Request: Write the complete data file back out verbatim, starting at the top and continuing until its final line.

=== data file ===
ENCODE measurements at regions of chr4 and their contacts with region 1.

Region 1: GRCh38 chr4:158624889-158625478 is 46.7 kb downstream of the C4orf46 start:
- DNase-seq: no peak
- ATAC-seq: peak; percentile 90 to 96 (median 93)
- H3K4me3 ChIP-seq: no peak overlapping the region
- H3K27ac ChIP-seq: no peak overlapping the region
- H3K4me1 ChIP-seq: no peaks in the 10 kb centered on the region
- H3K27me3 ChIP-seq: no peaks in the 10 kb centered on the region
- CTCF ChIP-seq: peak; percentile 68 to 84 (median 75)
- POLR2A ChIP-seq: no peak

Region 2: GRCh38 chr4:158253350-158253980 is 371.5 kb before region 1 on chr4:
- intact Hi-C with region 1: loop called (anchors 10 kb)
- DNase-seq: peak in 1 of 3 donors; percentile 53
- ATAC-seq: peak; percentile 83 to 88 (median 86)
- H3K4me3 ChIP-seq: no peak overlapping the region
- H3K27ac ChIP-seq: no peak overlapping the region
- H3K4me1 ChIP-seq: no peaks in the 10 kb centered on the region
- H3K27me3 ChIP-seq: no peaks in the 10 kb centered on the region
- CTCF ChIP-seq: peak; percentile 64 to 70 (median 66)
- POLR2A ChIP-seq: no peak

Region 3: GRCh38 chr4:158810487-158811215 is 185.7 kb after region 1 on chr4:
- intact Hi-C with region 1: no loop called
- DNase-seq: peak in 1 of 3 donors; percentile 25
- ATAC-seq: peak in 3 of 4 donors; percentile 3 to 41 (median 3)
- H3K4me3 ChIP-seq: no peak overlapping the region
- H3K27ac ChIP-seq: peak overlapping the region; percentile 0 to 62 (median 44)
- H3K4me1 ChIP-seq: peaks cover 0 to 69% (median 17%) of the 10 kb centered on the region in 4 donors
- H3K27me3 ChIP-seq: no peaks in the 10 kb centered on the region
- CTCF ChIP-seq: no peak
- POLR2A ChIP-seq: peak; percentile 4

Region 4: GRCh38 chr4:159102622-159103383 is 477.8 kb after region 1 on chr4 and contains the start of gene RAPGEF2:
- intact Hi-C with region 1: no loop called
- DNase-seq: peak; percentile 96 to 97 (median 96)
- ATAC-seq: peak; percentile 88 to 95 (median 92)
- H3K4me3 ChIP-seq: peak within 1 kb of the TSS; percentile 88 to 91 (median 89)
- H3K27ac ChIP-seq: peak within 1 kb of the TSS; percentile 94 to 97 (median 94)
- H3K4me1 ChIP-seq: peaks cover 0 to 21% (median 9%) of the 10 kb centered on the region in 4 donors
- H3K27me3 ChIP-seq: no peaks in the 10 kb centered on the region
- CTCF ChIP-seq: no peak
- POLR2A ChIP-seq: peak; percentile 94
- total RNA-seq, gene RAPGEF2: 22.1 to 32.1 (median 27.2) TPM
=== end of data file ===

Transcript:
ENCODE measurements at regions of chr4 and their contacts with region 1.

Region 1: GRCh38 chr4:158624889-158625478 is 46.7 kb downstream of the C4orf46 start:
- DNase-seq: no peak
- ATAC-seq: peak; percentile 90 to 96 (median 93)
- H3K4me3 ChIP-seq: no peak overlapping the region
- H3K27ac ChIP-seq: no peak overlapping the region
- H3K4me1 ChIP-seq: no peaks in the 10 kb centered on the region
- H3K27me3 ChIP-seq: no peaks in the 10 kb centered on the region
- CTCF ChIP-seq: peak; percentile 68 to 84 (median 75)
- POLR2A ChIP-seq: no peak

Region 2: GRCh38 chr4:158253350-158253980 is 371.5 kb before region 1 on chr4:
- intact Hi-C with region 1: loop called (anchors 10 kb)
- DNase-seq: peak in 1 of 3 donors; percentile 53
- ATAC-seq: peak; percentile 83 to 88 (median 86)
- H3K4me3 ChIP-seq: no peak overlapping the region
- H3K27ac ChIP-seq: no peak overlapping the region
- H3K4me1 ChIP-seq: no peaks in the 10 kb centered on the region
- H3K27me3 ChIP-seq: no peaks in the 10 kb centered on the region
- CTCF ChIP-seq: peak; percentile 64 to 70 (median 66)
- POLR2A ChIP-seq: no peak

Region 3: GRCh38 chr4:158810487-158811215 is 185.7 kb after region 1 on chr4:
- intact Hi-C with region 1: no loop called
- DNase-seq: peak in 1 of 3 donors; percentile 25
- ATAC-seq: peak in 3 of 4 donors; percentile 3 to 41 (median 3)
- H3K4me3 ChIP-seq: no peak overlapping the region
- H3K27ac ChIP-seq: peak overlapping the region; percentile 0 to 62 (median 44)
- H3K4me1 ChIP-seq: peaks cover 0 to 69% (median 17%) of the 10 kb centered on the region in 4 donors
- H3K27me3 ChIP-seq: no peaks in the 10 kb centered on the region
- CTCF ChIP-seq: no peak
- POLR2A ChIP-seq: peak; percentile 4

Region 4: GRCh38 chr4:159102622-159103383 is 477.8 kb after region 1 on chr4 and contains the start of gene RAPGEF2:
- intact Hi-C with region 1: no loop called
- DNase-seq: peak; percentile 96 to 97 (median 96)
- ATAC-seq: peak; percentile 88 to 95 (median 92)
- H3K4me3 ChIP-seq: peak within 1 kb of the TSS; percentile 88 to 91 (median 89)
- H3K27ac ChIP-seq: peak within 1 kb of the TSS; percentile 94 to 97 (median 94)
- H3K4me1 ChIP-seq: peaks cover 0 to 21% (median 9%) of the 10 kb centered on the region in 4 donors
- H3K27me3 ChIP-seq: no peaks in the 10 kb centered on the region
- CTCF ChIP-seq: no peak
- POLR2A ChIP-seq: peak; percentile 94
- total RNA-seq, gene RAPGEF2: 22.1 to 32.1 (median 27.2) TPM